Wood designer-maker Stuart Houghton

Wood designer-maker Stuart Houghton

I was born in Melbourne and I've been in Tasmania for about 14 years. I like Tasmania because I like the bush, I like the weather, I like the timber. It's a much more natural environment than the mainland. The landscape here is inspirational to my work. I find I get the best ideas when I'm out in the bush.

Stuart's rocking chair from the Wood Design Collection.
Stuart's rocking chair from the Wood Design Collection.

My childhood was spent playing around my father's workshop. It was just something I carried on throughout my life. I was always fiddling around making things. Once I got to my mid 20s I decided I wanted to make a career of it and at that point I went to school at the University of Tasmania and stayed here and I've been in practice ever since.

I never made any proper pieces of furniture until adulthood and they were always things I needed. I was living in share houses and I moved around a bit so I'd make things that were easy to take apart for transportation.

I've always been rather fascinated by seating. Seating is a pretty broad thing - from couches to chairs and stools. I've always liked that interaction with the human body, the intimacy with it. I find cabinets a bit sterile. A chair has to be comfortable, that's absolutely essential. If they're not comfortable, they're just a piece of sculpture. A chair has to look right too. You can't really divorce function and form, they have to go together.

I think my all time favourite chair is the Charles and Ray Eames "LCM" chair of plywood and chrome steel designed in the late 40s. It was simple, perfect, just two planes and a simple frame. That's what I've always liked, that simplicity.

The rocking chair is a favourite of mine. The comfort mixed with the practicality. It allows that gentle movement combined with comfort. You don't feel anchored to the spot. Even the Shakers allowed themselves a little bit of movement. The rocking chair is a nostalgic chair. There's that image of the person sitting on the verandah late in the day rocking back and forth gently - it's an ideal really.

I have spent long hours testing my favourite rocking chair early in its life. Testing chairs is one of the perks of the job.

The supply of materials here is going to be a long-term problem. You can already see some species becoming less and less available. You just cannot get certain timbers anymore. Sooner or later we'll all be using radiata pine.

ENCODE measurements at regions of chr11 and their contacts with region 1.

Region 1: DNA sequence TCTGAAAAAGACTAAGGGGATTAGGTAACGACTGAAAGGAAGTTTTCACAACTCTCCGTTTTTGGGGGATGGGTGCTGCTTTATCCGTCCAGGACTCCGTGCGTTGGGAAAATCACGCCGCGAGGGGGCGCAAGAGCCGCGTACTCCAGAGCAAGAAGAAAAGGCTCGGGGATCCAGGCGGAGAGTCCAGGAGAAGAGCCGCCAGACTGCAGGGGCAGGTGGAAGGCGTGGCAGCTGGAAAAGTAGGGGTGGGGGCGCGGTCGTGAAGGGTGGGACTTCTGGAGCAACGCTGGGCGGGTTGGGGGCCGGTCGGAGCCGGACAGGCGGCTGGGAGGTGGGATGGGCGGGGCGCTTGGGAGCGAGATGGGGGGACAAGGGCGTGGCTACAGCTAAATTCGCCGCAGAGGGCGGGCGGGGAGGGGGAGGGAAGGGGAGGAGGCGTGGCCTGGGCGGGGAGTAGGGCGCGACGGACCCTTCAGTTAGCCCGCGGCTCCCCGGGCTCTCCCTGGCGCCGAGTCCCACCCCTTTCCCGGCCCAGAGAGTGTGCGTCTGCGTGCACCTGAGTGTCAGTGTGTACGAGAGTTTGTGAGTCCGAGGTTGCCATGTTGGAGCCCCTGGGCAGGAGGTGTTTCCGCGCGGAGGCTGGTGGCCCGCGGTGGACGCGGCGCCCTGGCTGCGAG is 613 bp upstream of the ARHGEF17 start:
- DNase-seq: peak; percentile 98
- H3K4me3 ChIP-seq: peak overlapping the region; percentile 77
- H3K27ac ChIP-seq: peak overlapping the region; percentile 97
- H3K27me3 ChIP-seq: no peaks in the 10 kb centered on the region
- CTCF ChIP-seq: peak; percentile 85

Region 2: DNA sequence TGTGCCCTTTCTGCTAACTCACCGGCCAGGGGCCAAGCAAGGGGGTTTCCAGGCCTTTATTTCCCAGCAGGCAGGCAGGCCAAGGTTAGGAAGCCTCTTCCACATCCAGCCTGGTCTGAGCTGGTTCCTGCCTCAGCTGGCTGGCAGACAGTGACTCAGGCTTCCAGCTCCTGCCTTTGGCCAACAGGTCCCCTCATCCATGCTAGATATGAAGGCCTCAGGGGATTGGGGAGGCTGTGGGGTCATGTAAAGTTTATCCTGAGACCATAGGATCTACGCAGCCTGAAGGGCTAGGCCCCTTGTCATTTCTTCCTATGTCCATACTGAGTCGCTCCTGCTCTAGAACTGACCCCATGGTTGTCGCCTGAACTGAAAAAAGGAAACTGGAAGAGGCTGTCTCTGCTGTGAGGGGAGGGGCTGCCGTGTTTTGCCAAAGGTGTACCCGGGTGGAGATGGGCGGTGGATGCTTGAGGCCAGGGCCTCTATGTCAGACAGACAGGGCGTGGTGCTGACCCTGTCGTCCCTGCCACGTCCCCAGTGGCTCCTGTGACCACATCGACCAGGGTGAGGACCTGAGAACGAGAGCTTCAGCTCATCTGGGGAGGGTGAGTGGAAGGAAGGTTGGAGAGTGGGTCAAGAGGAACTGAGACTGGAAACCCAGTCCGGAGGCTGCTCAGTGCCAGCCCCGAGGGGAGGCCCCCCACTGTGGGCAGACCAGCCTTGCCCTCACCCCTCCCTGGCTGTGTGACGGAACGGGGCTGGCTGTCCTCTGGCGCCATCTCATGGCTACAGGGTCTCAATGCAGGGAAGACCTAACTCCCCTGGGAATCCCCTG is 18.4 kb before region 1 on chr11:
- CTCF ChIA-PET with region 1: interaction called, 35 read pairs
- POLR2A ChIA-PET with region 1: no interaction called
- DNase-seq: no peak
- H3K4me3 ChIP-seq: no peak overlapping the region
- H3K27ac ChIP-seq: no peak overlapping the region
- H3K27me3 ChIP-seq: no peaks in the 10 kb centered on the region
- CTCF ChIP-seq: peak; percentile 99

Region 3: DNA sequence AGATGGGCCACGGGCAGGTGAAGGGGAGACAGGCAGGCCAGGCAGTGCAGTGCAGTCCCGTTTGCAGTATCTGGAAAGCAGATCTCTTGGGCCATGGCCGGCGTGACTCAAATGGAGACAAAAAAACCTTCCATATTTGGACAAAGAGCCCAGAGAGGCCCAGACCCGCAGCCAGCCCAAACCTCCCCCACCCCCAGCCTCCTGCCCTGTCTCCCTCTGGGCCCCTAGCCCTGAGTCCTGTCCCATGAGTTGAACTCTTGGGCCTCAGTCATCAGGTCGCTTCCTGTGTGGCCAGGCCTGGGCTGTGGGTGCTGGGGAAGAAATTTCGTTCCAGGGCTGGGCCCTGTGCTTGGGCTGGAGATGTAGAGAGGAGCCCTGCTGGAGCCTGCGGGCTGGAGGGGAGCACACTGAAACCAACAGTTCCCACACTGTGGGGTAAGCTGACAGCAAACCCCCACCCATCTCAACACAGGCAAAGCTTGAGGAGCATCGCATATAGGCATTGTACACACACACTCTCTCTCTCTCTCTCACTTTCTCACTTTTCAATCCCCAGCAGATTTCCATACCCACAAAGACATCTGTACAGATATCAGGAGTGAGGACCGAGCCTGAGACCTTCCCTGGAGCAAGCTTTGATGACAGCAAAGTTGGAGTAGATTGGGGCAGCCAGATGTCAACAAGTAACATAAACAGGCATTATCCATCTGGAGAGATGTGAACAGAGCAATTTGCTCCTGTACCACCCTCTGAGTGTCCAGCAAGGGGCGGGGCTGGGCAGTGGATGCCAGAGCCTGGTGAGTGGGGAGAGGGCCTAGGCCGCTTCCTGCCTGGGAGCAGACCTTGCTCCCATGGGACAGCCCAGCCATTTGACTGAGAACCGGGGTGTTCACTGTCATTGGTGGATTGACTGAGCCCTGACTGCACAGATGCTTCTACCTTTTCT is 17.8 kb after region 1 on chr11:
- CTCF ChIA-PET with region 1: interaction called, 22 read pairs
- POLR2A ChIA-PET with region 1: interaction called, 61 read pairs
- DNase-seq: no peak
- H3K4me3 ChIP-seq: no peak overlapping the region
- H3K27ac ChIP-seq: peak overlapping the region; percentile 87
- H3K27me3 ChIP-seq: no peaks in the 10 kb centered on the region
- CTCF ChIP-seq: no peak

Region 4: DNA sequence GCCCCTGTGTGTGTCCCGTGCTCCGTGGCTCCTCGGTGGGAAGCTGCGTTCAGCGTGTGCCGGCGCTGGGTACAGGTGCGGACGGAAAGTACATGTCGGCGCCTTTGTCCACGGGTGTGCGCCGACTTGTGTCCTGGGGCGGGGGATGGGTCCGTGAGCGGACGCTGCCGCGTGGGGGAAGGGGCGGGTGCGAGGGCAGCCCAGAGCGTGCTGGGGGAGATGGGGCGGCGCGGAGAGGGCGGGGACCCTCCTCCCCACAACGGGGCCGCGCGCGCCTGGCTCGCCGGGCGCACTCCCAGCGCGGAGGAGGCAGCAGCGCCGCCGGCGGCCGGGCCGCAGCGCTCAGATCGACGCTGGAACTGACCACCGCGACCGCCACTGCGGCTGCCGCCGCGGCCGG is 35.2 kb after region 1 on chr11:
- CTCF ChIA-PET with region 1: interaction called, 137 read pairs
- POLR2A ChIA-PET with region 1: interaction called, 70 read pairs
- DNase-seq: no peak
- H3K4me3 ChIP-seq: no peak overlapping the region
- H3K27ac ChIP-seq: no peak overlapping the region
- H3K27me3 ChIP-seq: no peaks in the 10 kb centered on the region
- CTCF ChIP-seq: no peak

Wood designer-maker Peter Adams

Having the opportunity as a youngster to spend my summers in the forests and lakes of Northern Michigan I'm sure has affected what I'm doing right now. I remember being in the forest and playing with sticks, assembling them, and liking the feeling of being with the trees.

Wood designer-maker Mark Bishop

I'm a self-taught wood turner. That didn't satisfy me in some way, there was something missing. So I toddled off to the Canberra School of Art and spent a couple of years there doing a furniture-based wood course.

Wood designer-maker Peter Costello

I turned to furniture mid-career. I was actually trained as a musician and a high school teacher and I decided to do something else. I'd done a lot of building before and I suddenly decided to build stuff that I was going to sell instead of keep.

Wood designer-maker Linda Fredheim

About fifteen years ago I bought a little house that I was going to renovate but I could never find anyone to do things exactly as I wanted them.

Wood designer-maker Toby Muir-Wilson

My workshop is on part of the family farm and I've lived alongside it or near it all my life apart from the occasions where I've been studying or working overseas or interstate.

Wood designer-maker Kevin Perkins

I was born in Tasmania. My father was in the timber industry so I was always surrounded by stories of timber and things like that. I left school at 14 to do a trade in joinery. Prior to that I was more interested in making boats.

Wood designer-maker John Smith

I came to Australia in 1970 to take up a teaching position at the Tasmanian School of Art. We were probably some of the last of the Ten Pound Poms. I was very keen after going through college in the UK to travel overseas and try other cultures.

Wood designer-maker Marcus Tatton

I remember carving when I was about 8. I used to steal my mum's lino carving tools. I was able to go down to the workshop in the garage and carve away. I think the first thing I came up with was an acanthus leaf. I was really pleased with that.